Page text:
A fascinating tale of how chance interconnects the lives of a handful of strangers.



In Rycus’ (The Soil Is Dead, 2012, etc.) novel, a dying man receives an unexpected gift while vacationing in Bali.

After a brief prologue in which saintly Father Pavlos of Saint Demetrios Greek Orthodox Church in Ypsilanti, Mich., confesses his need to relate a remarkable story, that story begins with young engineer Joey Gilbert’s doctor bluntly telling him, “You’ve got incurable cancer.” Gilbert is stunned; he and his wife, Gabriella, had been planning their second honeymoon, this time off the beaten track in Bali, and now everything has changed. But the doctor suggests they go through with their vacation, and he recommends an old doctor-colleague of his as a contact person in Bali. That colleague, Dr. Setiawan, is sympathetic to Gilbert’s tragedy and gives him some specially made tea that immediately soothes him. Setiawan gives him a small supply of tea leaves to take back with him to the States, where customs inspectors at the Detroit airport confiscate the tea leaves as suspicious contraband. The confiscation hardly matters to Gilbert; he’s too elated at learning that his cancer has entirely disappeared. Meanwhile, customs agent Konstantinos “Connie” Sarbanes, who’s brought home some of the mysterious remedy, smokes it hoping that it’ll ease the irritation of his newly diagnosed glaucoma—but it cures it instead. Likewise, Nando Garcia, a janitor at the Detroit airport, wonders if using some of the leaves he brought home from work might ease the symptoms of his daughter’s muscular dystrophy—and they eliminate her disease entirely. When temperamental Ypsilanti police officer Mitch Foley visits the bedside of his partner who’s been shot in the chest, the gravely wounded cop jokingly sprinkles some of the ground-up plant on his chest, and he makes a full and speedy recovery. After coming in contact with the leaves, even Foley’s chronic anger issues resolve themselves. Father Pavlos keeps a record of these and other seeming miracles in his “T file,” and as Rycus’ completely winning narrative works to its climax, possible deeper significances of the wonders wrought by the unusual cure are explored. In vignette after vignette, Rycus expertly animates his characters.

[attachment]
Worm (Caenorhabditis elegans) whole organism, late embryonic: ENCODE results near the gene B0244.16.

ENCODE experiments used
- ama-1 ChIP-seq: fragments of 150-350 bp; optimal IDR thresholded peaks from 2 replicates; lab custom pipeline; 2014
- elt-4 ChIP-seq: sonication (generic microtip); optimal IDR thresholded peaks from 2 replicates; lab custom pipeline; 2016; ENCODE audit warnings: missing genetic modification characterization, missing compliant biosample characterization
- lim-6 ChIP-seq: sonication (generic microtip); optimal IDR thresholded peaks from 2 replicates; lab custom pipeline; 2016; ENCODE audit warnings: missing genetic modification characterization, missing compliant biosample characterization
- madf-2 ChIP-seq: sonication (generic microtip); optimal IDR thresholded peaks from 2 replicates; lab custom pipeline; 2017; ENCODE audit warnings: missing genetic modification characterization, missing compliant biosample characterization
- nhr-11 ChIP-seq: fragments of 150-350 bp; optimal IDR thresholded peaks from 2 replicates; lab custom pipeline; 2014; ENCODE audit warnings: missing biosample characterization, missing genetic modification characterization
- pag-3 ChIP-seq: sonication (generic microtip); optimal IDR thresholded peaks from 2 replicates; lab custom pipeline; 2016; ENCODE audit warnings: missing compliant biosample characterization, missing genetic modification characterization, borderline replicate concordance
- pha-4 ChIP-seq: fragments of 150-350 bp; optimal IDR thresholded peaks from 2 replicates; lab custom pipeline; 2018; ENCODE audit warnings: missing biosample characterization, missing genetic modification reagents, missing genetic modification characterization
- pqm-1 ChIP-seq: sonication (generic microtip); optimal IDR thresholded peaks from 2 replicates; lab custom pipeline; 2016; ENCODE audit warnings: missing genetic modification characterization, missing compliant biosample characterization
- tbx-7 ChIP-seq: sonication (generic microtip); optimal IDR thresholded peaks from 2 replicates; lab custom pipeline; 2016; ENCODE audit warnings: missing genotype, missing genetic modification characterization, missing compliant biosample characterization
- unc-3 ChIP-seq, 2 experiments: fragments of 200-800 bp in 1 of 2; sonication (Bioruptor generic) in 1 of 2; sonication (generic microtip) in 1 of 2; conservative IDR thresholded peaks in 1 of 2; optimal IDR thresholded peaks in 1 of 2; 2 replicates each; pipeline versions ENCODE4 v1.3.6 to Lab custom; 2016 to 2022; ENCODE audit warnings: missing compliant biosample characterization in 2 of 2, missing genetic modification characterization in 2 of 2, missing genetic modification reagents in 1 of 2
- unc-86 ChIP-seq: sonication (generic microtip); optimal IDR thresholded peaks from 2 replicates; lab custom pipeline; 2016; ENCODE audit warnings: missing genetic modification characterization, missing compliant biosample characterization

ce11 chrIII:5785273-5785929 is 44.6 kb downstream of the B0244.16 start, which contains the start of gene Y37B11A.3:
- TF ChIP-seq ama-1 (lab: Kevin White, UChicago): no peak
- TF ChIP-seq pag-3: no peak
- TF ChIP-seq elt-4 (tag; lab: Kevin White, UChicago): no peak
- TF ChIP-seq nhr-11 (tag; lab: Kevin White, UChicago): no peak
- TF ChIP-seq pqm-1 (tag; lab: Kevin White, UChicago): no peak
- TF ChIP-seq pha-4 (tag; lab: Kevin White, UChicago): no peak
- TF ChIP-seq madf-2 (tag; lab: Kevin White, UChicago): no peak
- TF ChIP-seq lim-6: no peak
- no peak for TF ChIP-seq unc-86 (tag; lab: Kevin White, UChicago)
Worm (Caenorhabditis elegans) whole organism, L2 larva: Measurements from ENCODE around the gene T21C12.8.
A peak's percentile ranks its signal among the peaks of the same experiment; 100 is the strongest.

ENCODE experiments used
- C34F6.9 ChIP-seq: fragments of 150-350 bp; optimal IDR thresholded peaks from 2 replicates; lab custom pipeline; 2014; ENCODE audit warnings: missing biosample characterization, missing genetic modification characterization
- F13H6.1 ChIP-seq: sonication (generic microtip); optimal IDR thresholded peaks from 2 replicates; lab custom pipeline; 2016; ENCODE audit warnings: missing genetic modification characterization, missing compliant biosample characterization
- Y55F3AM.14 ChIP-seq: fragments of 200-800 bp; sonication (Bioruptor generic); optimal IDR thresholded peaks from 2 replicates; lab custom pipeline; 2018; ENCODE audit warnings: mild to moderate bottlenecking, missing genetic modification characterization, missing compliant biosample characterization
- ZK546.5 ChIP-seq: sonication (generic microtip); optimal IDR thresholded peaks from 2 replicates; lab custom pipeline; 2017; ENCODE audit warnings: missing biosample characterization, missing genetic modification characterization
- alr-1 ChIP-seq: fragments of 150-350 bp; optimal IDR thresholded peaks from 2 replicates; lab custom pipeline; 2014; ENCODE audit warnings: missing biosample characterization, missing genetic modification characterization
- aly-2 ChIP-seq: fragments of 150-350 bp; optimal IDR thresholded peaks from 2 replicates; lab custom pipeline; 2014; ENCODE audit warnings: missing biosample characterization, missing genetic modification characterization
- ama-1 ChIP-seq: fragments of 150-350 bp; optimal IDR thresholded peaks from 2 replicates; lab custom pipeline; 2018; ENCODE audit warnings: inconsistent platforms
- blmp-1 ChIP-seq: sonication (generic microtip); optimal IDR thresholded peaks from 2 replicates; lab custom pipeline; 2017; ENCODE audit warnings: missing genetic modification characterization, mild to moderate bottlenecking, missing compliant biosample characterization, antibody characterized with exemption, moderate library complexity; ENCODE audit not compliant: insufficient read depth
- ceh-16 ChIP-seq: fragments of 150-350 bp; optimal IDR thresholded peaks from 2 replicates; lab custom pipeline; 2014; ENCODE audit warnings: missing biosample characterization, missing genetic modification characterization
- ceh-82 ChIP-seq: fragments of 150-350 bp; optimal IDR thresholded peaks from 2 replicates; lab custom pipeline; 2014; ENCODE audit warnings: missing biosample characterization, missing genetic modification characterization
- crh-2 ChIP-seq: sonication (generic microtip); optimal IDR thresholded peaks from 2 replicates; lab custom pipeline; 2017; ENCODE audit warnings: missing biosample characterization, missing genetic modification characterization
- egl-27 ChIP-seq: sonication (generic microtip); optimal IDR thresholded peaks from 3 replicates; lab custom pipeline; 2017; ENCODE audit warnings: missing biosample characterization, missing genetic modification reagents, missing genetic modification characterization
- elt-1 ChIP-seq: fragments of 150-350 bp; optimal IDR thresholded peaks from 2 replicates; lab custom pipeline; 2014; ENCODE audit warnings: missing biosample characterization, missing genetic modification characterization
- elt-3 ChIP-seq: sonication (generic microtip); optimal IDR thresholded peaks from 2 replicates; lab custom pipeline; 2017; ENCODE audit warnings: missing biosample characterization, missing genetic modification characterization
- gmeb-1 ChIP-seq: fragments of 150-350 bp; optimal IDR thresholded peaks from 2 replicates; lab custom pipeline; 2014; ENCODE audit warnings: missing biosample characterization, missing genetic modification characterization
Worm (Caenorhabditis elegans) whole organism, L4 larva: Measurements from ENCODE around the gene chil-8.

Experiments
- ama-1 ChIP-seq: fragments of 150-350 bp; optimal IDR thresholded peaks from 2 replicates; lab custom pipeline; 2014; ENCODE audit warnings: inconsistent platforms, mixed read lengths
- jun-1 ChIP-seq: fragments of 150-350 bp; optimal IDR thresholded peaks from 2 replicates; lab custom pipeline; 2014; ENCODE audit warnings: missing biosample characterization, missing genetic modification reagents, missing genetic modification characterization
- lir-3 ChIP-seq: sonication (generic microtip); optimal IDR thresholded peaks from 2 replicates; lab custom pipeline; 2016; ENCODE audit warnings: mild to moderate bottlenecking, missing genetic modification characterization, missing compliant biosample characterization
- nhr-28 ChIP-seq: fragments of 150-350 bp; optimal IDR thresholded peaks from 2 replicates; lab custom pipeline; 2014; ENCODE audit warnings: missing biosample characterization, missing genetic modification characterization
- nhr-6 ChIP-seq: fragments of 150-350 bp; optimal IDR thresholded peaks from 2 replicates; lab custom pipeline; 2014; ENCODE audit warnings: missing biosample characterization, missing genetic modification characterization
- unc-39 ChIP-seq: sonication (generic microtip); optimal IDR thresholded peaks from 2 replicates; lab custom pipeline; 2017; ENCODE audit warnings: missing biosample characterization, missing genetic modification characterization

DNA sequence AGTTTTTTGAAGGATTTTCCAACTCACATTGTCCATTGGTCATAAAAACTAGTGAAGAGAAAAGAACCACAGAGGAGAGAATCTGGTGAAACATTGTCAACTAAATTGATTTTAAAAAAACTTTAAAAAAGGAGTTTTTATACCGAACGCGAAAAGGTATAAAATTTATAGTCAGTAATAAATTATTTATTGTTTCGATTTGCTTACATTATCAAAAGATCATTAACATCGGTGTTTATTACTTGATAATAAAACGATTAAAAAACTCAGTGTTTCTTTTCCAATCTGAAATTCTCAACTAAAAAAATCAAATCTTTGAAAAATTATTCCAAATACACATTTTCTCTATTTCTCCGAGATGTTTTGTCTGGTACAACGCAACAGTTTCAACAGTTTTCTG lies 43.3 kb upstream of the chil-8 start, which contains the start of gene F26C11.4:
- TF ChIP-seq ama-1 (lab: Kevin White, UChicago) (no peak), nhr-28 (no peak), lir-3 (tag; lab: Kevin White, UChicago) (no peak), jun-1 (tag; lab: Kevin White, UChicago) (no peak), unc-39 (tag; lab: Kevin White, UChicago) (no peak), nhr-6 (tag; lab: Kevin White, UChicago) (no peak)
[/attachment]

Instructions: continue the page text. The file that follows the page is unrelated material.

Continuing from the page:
A fascinating tale of how chance interconnects the lives of a handful of strangers.

Pub Date: Jan. 23, 2013

ISBN: 978-1475972337

Page Count: 240

Publisher: iUniverse

Review Posted Online: Aug. 19, 2013

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Kin “[find] each other’s lives inscrutable” in this rich, sharp story about the way identity is formed.

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Inseparable identical twin sisters ditch home together, and then one decides to vanish.